You may need a colonoscopy to screen for colon cancer or to find the underlying cause of your chronic abdominal pain. At the office of Timothy W. Teslow, M.D., P.C. in Fairbanks, Alaska, board-certified general surgeon Timothy Teslow, MD, and the team provide colonoscopies. To schedule your colonoscopy, call the office.
A colonoscopy is a diagnostic procedure that examines the lining of your large intestine, also called the colon, to look for signs of abnormalities.
During the procedure, your provider inserts a thin, flexible tube with a light and camera (colonoscope) into your anus and then slowly advances the tube into your rectum and throughout the entire length of your colon.
The colonoscope transmits images of your large intestine on a computer screen, allowing your provider to examine the tissue.
There are many reasons you may need a colonoscopy. Your primary care doctor may recommend you undergo a colonoscopy to screen for colon cancer.
Starting at age 50, everyone should have a colon cancer screening. Though there are several colon cancer screening options, a colonoscopy is the most comprehensive.
You may also need a colonoscopy to find the cause of your gastrointestinal symptoms, such as abdominal pain, chronic constipation or diarrhea, or rectal bleeding.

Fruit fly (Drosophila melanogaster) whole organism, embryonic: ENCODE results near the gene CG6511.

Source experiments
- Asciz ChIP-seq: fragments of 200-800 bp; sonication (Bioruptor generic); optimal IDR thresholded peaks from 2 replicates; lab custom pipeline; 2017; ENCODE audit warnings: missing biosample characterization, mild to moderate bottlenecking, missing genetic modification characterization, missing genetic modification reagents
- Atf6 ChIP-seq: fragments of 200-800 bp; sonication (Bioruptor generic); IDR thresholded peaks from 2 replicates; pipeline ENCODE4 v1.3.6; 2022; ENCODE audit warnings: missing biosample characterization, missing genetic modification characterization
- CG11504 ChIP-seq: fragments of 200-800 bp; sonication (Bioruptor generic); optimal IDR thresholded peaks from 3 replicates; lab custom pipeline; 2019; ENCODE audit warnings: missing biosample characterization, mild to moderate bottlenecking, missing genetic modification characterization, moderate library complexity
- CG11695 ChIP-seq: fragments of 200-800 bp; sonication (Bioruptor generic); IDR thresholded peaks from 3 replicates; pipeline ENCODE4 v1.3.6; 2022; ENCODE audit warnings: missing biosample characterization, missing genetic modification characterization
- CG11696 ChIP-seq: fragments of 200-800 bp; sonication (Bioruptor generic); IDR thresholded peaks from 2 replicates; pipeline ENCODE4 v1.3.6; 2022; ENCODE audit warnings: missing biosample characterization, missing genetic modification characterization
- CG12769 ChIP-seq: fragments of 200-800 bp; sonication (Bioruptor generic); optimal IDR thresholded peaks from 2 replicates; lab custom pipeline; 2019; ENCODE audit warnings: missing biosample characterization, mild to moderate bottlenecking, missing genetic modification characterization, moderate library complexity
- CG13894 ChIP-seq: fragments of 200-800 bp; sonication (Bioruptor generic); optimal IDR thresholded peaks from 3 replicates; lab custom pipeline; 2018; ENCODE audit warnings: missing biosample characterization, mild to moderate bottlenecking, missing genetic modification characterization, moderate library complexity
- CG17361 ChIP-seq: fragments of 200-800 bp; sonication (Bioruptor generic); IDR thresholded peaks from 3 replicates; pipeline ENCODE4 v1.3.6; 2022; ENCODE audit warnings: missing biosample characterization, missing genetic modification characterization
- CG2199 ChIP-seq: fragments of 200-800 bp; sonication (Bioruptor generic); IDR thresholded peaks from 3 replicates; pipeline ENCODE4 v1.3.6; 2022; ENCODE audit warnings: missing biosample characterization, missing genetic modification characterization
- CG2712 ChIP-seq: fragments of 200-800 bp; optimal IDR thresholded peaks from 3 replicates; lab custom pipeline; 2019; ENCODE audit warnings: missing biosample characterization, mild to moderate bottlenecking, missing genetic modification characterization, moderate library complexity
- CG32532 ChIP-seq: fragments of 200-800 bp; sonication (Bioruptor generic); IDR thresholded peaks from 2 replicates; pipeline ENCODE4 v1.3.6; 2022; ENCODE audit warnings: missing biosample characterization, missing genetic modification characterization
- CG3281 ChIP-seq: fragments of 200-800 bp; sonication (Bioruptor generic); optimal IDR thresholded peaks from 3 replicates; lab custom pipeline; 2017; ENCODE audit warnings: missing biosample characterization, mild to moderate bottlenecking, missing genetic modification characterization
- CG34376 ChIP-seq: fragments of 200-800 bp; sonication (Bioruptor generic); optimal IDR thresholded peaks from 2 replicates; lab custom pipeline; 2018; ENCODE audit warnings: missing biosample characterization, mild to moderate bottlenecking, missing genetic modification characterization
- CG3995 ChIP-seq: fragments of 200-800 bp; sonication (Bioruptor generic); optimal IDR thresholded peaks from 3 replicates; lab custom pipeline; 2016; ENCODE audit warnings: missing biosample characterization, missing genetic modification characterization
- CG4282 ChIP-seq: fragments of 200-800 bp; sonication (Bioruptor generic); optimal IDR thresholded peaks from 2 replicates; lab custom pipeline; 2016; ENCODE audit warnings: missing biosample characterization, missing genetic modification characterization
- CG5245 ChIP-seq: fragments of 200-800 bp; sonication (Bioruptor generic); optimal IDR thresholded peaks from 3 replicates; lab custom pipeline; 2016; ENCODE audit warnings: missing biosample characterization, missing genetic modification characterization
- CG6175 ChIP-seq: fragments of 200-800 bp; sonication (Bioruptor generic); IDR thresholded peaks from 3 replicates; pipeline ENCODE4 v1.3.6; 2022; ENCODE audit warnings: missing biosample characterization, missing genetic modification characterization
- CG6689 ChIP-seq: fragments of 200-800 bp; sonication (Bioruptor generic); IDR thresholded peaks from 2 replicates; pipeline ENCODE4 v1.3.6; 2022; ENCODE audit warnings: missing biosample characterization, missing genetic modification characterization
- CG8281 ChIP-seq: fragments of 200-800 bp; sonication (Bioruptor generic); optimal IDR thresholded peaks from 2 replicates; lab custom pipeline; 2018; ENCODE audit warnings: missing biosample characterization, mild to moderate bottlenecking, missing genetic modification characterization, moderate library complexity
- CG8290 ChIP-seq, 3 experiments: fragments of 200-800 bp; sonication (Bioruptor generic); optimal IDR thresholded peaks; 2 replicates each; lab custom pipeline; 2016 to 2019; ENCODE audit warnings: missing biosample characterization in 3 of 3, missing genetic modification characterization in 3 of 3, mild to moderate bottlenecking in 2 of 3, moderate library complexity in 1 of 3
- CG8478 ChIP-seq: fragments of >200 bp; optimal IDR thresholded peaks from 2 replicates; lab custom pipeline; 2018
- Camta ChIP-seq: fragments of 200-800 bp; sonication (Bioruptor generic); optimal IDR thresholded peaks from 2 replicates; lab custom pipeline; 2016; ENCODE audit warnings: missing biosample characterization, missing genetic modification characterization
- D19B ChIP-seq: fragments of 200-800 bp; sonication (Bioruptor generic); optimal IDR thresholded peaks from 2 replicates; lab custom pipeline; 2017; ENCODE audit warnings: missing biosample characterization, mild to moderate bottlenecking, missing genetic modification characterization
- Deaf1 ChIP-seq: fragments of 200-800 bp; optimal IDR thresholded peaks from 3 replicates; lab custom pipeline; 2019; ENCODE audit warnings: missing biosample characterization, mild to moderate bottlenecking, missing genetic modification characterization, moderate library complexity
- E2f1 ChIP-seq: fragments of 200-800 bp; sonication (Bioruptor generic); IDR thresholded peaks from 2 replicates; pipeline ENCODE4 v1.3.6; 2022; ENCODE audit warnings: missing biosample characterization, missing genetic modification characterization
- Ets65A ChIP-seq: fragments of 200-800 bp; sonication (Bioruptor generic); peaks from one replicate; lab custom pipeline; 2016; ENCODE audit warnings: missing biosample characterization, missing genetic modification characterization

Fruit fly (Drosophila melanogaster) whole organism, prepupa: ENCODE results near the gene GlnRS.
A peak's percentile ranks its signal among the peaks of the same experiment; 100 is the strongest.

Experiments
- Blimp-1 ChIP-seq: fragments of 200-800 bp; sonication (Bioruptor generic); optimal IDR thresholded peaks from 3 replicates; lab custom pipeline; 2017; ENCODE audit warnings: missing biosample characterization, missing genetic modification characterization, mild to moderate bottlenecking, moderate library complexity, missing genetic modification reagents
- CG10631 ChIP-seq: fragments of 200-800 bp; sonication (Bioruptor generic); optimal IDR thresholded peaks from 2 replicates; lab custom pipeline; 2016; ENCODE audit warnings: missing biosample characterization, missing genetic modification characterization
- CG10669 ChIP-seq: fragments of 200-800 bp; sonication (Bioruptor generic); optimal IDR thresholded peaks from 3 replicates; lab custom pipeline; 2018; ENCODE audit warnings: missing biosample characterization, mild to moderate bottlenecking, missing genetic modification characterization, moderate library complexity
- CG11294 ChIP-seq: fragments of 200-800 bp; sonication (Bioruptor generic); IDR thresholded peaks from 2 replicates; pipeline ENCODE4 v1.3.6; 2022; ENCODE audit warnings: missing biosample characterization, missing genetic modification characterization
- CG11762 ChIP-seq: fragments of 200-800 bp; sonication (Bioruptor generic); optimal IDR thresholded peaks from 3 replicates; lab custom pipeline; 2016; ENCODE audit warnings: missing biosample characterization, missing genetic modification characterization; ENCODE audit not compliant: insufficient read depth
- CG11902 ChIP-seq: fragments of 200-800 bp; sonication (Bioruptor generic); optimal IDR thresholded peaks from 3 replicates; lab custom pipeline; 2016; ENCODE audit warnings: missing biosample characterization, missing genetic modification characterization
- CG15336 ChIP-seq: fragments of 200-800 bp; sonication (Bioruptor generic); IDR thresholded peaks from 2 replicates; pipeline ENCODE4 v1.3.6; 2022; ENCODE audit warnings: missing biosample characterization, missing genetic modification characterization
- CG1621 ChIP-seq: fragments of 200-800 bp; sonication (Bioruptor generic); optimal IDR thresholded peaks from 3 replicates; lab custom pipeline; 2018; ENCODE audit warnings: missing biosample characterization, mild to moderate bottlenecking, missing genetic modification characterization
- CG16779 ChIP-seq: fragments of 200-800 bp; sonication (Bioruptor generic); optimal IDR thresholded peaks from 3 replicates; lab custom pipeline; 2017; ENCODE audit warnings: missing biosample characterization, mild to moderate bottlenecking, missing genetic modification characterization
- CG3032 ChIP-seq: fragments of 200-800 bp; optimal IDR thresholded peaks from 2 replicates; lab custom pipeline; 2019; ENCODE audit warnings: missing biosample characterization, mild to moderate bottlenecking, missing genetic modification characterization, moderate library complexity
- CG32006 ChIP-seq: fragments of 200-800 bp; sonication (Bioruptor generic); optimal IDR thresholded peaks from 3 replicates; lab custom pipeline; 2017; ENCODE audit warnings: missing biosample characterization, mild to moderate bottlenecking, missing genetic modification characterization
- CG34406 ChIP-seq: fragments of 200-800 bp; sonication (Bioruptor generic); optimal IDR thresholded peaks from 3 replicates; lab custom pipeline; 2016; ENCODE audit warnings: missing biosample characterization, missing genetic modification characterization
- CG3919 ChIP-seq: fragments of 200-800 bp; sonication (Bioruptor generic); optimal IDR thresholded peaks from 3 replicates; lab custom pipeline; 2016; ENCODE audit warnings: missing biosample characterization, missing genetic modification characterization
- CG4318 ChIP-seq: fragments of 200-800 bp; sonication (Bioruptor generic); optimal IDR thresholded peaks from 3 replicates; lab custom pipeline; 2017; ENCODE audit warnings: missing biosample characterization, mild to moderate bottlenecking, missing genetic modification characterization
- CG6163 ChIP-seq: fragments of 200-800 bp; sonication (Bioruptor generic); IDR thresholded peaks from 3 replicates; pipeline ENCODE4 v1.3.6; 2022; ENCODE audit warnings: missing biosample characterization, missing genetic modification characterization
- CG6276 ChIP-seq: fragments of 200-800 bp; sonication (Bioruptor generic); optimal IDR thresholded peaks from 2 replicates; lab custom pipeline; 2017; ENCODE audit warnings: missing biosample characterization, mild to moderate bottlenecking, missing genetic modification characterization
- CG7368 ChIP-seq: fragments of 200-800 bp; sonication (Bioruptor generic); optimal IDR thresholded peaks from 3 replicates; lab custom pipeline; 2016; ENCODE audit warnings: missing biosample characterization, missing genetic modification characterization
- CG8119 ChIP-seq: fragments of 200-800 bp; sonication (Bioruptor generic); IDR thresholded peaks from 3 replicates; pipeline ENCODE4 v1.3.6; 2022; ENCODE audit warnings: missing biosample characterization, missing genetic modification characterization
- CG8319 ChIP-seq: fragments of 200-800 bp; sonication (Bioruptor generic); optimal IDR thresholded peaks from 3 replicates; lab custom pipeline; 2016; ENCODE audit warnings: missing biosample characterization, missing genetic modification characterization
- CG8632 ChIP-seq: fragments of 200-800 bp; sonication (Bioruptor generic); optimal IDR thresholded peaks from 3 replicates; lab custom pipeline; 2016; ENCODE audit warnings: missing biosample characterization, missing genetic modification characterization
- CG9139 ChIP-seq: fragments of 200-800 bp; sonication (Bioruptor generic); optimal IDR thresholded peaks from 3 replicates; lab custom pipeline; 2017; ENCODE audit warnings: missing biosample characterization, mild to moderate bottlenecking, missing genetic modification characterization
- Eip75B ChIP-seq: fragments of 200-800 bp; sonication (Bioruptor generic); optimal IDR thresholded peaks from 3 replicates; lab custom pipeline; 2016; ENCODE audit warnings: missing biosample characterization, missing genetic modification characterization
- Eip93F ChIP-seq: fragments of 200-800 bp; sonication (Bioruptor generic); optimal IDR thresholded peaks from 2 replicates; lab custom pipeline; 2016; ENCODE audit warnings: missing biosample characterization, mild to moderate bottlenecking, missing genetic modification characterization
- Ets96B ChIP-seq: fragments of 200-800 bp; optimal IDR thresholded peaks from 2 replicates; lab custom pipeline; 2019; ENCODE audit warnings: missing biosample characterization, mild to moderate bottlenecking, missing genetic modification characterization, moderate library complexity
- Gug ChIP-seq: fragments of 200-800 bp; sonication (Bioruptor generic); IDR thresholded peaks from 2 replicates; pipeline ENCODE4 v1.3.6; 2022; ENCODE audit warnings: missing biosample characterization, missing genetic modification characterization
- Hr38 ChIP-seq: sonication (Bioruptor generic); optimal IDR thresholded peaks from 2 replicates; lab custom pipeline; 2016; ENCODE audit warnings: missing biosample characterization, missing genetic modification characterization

The team at Timothy W. Teslow, M.D., P.C. provides specific instructions on bowel preparation for your colonoscopy. In order for the team to get the most accurate results from your colonoscopy, your colon must be completely clean.
Generally, the team requires that you follow a clear liquid diet the day before your colonoscopy and take a colon-cleansing medication (laxative). Then you must stop everything, the clear liquids and even water, for the eight hours prior to your colonoscopy.
To help you relax and ease discomfort during your colonoscopy, your surgeon may provide a mild sedative prior to the procedure.
During your colonoscopy, you lie on your side on the exam table and your provider inserts the colonoscope in your anus and slowly advances it through your large intestine. You may feel some pressure, bloating, or cramping during the procedure.
If your provider finds any polyps (noncancerous growths) during your procedure, they burn or remove them. They also take samples of any other tissue abnormalities to send out for testing.
Your colonoscopy may take 30-60 minutes. Afterward, the team sends you to the recovery area for monitoring and reviews the results of the procedure with you. You need to have someone drive you home after your colonoscopy, and you should take it easy the rest of the day.
To schedule your colonoscopy today, call the office of Timothy W. Teslow, M.D., P.C..